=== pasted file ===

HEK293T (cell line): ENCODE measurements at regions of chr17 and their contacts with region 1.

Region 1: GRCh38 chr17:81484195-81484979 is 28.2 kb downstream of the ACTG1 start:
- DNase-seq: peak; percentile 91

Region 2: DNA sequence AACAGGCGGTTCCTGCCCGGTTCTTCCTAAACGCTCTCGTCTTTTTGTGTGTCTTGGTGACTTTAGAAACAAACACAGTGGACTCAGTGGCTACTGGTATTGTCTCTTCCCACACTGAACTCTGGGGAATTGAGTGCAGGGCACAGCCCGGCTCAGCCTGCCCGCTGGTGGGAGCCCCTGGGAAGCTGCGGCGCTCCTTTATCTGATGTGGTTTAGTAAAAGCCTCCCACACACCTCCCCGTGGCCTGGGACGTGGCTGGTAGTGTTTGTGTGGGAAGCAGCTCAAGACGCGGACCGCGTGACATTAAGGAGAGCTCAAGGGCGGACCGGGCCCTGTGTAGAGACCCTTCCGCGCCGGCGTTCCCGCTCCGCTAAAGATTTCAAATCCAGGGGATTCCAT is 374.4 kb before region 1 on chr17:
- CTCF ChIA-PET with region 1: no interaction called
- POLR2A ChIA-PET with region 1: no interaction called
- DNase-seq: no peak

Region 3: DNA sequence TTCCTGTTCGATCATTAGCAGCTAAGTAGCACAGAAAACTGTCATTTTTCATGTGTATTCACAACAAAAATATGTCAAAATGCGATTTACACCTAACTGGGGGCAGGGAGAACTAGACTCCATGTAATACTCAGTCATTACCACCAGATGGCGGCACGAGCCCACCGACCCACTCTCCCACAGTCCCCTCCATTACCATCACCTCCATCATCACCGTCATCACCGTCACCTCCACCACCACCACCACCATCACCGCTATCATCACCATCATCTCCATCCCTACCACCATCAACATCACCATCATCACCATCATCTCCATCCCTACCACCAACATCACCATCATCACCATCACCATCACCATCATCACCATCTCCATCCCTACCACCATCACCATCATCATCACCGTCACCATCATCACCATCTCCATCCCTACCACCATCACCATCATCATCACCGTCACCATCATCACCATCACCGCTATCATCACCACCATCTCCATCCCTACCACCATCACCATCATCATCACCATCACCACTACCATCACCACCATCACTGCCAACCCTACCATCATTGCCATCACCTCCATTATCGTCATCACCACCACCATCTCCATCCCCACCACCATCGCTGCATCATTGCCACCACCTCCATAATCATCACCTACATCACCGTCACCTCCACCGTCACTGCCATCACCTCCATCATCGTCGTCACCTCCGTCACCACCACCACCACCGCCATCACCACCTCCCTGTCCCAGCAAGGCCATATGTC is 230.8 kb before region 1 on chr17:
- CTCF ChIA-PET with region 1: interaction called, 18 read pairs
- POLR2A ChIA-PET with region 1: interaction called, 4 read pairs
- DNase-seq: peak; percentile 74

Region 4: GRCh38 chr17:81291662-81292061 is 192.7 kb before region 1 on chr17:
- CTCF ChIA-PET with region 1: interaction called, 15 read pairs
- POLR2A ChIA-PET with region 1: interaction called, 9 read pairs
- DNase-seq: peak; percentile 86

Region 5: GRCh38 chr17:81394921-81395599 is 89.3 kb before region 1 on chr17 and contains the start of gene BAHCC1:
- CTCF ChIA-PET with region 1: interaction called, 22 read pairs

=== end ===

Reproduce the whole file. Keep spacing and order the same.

HEK293T (cell line): ENCODE measurements at regions of chr17 and their contacts with region 1.

Region 1: GRCh38 chr17:81484195-81484979 is 28.2 kb downstream of the ACTG1 start:
- DNase-seq: peak; percentile 91

Region 2: DNA sequence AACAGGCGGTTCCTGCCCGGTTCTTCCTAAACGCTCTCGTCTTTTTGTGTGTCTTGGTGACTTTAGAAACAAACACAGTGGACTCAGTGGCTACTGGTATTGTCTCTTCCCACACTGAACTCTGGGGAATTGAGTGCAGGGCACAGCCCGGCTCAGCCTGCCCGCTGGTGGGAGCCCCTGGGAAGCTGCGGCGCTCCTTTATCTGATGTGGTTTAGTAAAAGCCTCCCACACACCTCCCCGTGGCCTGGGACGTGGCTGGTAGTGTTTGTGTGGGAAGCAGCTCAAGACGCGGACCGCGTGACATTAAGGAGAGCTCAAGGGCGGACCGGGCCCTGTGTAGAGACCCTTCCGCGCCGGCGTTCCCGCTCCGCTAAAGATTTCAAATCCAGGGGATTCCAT is 374.4 kb before region 1 on chr17:
- CTCF ChIA-PET with region 1: no interaction called
- POLR2A ChIA-PET with region 1: no interaction called
- DNase-seq: no peak

Region 3: DNA sequence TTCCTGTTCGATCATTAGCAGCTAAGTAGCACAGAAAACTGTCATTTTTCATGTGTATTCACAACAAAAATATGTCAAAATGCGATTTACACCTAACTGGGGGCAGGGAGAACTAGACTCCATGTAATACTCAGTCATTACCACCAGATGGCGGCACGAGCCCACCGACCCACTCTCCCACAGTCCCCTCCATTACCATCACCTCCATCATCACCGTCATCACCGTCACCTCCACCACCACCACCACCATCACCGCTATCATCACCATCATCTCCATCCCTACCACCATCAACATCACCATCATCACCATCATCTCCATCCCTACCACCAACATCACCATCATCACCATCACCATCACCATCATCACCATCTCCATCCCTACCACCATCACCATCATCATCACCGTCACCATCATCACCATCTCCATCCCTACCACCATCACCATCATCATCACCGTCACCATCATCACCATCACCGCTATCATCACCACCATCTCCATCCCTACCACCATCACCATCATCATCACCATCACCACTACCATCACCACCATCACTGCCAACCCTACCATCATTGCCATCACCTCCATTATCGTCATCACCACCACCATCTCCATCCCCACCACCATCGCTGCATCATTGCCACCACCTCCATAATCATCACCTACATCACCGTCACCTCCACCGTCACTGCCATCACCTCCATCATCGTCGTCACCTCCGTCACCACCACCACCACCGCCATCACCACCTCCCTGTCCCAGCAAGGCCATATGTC is 230.8 kb before region 1 on chr17:
- CTCF ChIA-PET with region 1: interaction called, 18 read pairs
- POLR2A ChIA-PET with region 1: interaction called, 4 read pairs
- DNase-seq: peak; percentile 74

Region 4: GRCh38 chr17:81291662-81292061 is 192.7 kb before region 1 on chr17:
- CTCF ChIA-PET with region 1: interaction called, 15 read pairs
- POLR2A ChIA-PET with region 1: interaction called, 9 read pairs
- DNase-seq: peak; percentile 86

Region 5: GRCh38 chr17:81394921-81395599 is 89.3 kb before region 1 on chr17 and contains the start of gene BAHCC1:
- CTCF ChIA-PET with region 1: interaction called, 22 read pairs